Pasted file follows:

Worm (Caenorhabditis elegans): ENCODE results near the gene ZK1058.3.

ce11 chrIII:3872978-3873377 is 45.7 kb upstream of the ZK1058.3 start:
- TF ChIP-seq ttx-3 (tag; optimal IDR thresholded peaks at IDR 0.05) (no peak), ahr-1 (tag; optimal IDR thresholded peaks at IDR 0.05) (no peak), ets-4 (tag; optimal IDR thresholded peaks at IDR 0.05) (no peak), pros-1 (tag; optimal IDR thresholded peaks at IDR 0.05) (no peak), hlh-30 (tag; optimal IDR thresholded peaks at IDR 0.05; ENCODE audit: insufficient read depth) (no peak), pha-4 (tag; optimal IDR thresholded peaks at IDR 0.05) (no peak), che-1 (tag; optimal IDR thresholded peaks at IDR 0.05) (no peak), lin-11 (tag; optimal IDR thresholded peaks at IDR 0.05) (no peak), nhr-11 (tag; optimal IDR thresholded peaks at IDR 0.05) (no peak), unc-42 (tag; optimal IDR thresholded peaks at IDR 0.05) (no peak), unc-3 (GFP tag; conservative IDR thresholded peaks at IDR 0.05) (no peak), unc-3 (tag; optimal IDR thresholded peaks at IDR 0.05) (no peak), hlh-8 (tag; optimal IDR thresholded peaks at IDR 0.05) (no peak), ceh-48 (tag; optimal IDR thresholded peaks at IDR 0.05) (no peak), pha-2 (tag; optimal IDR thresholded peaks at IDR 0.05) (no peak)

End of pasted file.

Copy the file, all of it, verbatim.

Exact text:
Worm (Caenorhabditis elegans): ENCODE results near the gene ZK1058.3.

ce11 chrIII:3872978-3873377 is 45.7 kb upstream of the ZK1058.3 start:
- TF ChIP-seq ttx-3 (tag; optimal IDR thresholded peaks at IDR 0.05) (no peak), ahr-1 (tag; optimal IDR thresholded peaks at IDR 0.05) (no peak), ets-4 (tag; optimal IDR thresholded peaks at IDR 0.05) (no peak), pros-1 (tag; optimal IDR thresholded peaks at IDR 0.05) (no peak), hlh-30 (tag; optimal IDR thresholded peaks at IDR 0.05; ENCODE audit: insufficient read depth) (no peak), pha-4 (tag; optimal IDR thresholded peaks at IDR 0.05) (no peak), che-1 (tag; optimal IDR thresholded peaks at IDR 0.05) (no peak), lin-11 (tag; optimal IDR thresholded peaks at IDR 0.05) (no peak), nhr-11 (tag; optimal IDR thresholded peaks at IDR 0.05) (no peak), unc-42 (tag; optimal IDR thresholded peaks at IDR 0.05) (no peak), unc-3 (GFP tag; conservative IDR thresholded peaks at IDR 0.05) (no peak), unc-3 (tag; optimal IDR thresholded peaks at IDR 0.05) (no peak), hlh-8 (tag; optimal IDR thresholded peaks at IDR 0.05) (no peak), ceh-48 (tag; optimal IDR thresholded peaks at IDR 0.05) (no peak), pha-2 (tag; optimal IDR thresholded peaks at IDR 0.05) (no peak)